They have rounding argued that there has been gross neglect and lack of development focus in their place or communities. It is good to discuss the fact that some laudable developments have been directly felt by these host societies in terms of revenue, employment technology transfer and other benefits to the government. It is a fact that Nigeria is a developing country and have the same peculiar characteristics with other developing nations of the world such as low standard of living with low savings and investment and lacks managerial know how. This has placed Nigeria in a guest for resources from other developed nations viz-a-viz international business through MNC’s.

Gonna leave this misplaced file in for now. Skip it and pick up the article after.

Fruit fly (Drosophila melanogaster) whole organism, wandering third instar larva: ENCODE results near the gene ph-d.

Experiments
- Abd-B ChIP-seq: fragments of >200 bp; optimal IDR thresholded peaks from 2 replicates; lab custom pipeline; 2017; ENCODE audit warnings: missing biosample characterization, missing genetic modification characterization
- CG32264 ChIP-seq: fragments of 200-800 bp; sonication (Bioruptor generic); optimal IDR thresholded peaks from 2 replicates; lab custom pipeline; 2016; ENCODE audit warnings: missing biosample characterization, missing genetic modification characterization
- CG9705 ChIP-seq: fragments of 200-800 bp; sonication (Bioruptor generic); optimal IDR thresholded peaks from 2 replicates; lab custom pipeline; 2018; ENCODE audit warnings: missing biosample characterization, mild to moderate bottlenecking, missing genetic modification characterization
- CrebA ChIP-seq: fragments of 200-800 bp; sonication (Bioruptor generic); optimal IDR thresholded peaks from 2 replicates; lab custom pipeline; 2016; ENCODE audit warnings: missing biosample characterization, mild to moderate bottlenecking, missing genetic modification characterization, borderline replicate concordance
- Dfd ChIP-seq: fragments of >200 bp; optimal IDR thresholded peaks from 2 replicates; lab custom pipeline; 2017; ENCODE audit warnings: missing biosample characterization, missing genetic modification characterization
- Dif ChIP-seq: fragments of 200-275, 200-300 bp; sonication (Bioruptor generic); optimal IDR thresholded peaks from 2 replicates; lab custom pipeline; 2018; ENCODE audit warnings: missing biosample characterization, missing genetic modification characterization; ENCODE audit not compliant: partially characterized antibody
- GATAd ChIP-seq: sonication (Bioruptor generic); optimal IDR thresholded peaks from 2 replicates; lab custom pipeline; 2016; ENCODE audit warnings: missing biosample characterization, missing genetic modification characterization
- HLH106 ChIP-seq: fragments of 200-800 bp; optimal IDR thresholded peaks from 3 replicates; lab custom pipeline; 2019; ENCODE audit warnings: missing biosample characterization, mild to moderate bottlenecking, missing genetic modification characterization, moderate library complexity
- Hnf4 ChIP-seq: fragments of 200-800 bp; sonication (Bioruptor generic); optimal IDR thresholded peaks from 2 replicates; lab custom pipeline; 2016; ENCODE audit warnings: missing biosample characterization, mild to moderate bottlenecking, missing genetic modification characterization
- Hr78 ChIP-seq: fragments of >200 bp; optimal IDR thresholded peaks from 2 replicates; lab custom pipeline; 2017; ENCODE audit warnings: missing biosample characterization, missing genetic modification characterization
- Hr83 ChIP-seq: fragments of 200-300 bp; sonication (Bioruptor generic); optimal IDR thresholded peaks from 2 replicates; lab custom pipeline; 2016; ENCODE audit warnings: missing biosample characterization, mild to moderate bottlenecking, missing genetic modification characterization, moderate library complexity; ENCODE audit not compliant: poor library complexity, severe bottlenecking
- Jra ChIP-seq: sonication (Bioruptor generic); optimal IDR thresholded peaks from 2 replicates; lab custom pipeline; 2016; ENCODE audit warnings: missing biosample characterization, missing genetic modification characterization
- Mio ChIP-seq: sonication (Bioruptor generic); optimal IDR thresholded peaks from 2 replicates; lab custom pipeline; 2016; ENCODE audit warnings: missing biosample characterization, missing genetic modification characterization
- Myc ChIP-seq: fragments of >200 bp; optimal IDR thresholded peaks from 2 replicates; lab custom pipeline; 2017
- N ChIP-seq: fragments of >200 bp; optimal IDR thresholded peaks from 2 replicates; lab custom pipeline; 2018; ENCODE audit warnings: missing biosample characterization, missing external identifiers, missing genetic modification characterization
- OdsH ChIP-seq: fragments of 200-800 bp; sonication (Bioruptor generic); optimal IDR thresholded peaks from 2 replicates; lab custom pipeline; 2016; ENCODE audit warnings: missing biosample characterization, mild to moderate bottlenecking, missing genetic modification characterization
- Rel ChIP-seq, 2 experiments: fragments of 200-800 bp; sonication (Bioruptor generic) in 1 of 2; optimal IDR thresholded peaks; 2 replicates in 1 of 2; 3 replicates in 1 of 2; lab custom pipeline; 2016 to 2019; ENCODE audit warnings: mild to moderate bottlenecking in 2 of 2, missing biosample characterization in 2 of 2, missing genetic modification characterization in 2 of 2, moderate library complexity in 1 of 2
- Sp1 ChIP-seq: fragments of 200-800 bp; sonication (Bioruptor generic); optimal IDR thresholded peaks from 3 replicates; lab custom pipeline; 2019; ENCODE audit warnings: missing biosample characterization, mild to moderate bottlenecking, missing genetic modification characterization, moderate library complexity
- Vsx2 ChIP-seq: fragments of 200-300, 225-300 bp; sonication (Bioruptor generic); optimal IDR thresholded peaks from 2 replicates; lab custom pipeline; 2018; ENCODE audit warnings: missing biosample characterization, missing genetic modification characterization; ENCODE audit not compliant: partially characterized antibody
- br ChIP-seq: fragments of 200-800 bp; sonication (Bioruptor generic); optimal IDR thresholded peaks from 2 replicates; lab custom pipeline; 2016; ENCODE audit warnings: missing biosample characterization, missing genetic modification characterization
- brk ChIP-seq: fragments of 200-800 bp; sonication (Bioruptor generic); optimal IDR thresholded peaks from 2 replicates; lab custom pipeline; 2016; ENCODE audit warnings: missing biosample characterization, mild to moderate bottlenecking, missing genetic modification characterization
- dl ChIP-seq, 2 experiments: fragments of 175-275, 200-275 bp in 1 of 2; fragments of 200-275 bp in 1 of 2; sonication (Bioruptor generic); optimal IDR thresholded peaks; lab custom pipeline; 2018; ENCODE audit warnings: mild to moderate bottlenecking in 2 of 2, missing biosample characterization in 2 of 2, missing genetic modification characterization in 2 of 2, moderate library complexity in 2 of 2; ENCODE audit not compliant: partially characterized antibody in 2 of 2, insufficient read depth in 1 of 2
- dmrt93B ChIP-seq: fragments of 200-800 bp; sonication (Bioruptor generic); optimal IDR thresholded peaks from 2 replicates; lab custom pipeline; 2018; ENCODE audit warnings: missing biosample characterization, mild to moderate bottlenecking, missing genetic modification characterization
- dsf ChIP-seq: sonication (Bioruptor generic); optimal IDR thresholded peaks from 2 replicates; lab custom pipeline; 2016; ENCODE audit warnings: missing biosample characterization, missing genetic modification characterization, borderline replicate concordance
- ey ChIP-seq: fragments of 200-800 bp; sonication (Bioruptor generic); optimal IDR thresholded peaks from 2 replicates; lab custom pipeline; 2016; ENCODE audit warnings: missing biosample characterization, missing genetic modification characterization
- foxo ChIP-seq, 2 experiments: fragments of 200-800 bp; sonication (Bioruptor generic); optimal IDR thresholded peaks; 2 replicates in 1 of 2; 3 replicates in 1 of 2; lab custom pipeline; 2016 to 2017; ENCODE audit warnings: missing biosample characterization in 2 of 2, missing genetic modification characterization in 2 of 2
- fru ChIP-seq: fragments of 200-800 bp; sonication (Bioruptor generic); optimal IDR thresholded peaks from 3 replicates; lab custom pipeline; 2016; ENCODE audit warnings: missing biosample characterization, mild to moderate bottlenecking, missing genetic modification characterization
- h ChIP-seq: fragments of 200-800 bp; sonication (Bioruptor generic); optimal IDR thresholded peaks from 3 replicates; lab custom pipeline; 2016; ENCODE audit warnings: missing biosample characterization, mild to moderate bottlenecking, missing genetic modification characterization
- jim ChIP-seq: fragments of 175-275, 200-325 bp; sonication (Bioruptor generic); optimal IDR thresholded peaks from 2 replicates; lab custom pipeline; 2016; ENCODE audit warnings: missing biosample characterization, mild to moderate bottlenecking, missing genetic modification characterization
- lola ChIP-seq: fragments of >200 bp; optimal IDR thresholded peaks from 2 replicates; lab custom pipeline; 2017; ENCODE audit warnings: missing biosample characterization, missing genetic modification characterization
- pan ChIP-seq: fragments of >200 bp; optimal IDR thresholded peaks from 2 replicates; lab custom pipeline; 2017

It is also right to say that MNC’s like other business ventures has the objective of profit maximization as their aim. From the foregoing, this research work places premium on the critical evaluation and examination of the impact of foreign direct investment (MNC) activities in the Nigerian economy using Enugu Zone which comprises Enugu North, Enugu South, Enugu East and 9th Mile Corner on a bench mark. The prospective here is primarily managerial and economic i.e. the dissension focuses on the important part in the overall evaluation so, they are discussed along with the above mentioned factors.
Historical Background of Nigeria Bottling Company